"The paradigm has shifted – millennials expect loyalty from their employer, whereas boomers gave loyalty. It is not A fault or THEIR fault. Downward salary pressure on entry level jobs, competition at all levels, less and less jobs in the market have forced millenials (and other generations) to make spot decisions without the soft landing that has existed in the recent past."
I left my corporate fashion “career” almost a year ago. I still hang out with a few of my old bosses and they often tell me how the “head boss” is constantly asking this very question.
Maybe the fashion industry is a special case, but I feel like a lot of entry level to associate level jobs are suffering from the WalMart syndrome: dumbing down the job description as much as possible so the worker becomes interchangeable and the pay stays down. After almost three years, one promotion, and one requested team change I still spent 60-75% of my time either packing boxes of clothes, hanging/organizing clothes, or managing UPS shipments. Of course my other responsibilities increased, but my pay really didn’t.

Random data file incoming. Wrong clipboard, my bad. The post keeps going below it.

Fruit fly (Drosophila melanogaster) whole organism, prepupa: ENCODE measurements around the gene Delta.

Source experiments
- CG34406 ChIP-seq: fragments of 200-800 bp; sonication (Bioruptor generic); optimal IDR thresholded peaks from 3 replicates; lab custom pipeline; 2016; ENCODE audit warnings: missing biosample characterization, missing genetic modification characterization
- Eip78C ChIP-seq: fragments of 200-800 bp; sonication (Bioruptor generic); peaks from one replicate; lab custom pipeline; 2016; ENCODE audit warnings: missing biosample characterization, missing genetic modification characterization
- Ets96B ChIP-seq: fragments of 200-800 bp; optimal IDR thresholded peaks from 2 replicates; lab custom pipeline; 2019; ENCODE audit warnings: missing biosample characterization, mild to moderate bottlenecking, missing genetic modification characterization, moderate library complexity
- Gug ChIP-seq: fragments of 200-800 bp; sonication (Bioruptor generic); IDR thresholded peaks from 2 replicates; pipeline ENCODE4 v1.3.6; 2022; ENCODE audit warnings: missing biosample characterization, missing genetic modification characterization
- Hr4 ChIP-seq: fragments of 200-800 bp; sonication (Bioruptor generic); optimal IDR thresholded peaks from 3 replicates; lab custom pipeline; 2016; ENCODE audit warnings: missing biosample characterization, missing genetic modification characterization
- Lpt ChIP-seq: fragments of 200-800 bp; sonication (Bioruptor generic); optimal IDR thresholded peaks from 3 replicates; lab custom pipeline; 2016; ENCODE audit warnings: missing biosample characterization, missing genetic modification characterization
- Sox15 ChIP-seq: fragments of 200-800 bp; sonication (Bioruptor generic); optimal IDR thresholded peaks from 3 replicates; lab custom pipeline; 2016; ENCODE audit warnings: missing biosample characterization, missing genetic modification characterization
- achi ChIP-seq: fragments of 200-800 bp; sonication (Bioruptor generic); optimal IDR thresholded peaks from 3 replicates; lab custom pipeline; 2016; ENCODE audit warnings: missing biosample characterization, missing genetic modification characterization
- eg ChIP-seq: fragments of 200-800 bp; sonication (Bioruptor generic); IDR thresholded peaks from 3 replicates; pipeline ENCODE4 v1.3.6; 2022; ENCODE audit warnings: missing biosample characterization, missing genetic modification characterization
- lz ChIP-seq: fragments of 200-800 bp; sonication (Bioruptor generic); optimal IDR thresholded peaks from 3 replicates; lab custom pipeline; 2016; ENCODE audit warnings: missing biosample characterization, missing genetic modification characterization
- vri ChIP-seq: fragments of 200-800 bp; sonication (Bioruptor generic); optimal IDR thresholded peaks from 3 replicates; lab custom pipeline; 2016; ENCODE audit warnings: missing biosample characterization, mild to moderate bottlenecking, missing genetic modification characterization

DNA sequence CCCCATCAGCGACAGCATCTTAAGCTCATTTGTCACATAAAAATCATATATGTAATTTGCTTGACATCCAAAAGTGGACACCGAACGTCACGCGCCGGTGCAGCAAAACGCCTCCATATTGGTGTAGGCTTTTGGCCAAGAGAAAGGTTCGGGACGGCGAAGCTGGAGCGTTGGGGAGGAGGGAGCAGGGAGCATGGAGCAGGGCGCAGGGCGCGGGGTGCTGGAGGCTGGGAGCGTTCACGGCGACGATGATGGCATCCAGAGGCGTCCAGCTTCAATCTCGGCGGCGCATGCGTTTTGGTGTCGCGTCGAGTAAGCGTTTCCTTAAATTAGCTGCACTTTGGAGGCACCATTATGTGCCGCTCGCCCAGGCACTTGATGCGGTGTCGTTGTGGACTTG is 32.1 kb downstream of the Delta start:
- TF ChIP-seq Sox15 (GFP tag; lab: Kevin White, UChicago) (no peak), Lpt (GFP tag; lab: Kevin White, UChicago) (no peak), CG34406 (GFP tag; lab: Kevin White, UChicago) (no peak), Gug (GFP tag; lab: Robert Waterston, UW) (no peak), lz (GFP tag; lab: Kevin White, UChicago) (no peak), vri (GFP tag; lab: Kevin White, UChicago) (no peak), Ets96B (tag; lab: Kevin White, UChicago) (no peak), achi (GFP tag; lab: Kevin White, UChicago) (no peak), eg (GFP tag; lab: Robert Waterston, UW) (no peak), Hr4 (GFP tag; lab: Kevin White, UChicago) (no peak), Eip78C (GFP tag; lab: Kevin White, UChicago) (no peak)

Almost a year into the murky waters of career ambiguity and in one of the worst job markets anyone can remember, I am (for the most part) much happier making my own way. I’m building a decent freelance career and I’m about to start on what will hopefully become a new “career” career.
There really isn’t a surefire recipe for stability anymore. The doctor/lawyer/banker path now boasts outcomes too uncertain to justify the financial risk for a lot of people. If every decision is a huge question mark, why not risk your time and your youth on yourself instead of on a corporate job, busting your butt to make some old guy’s dividends increase?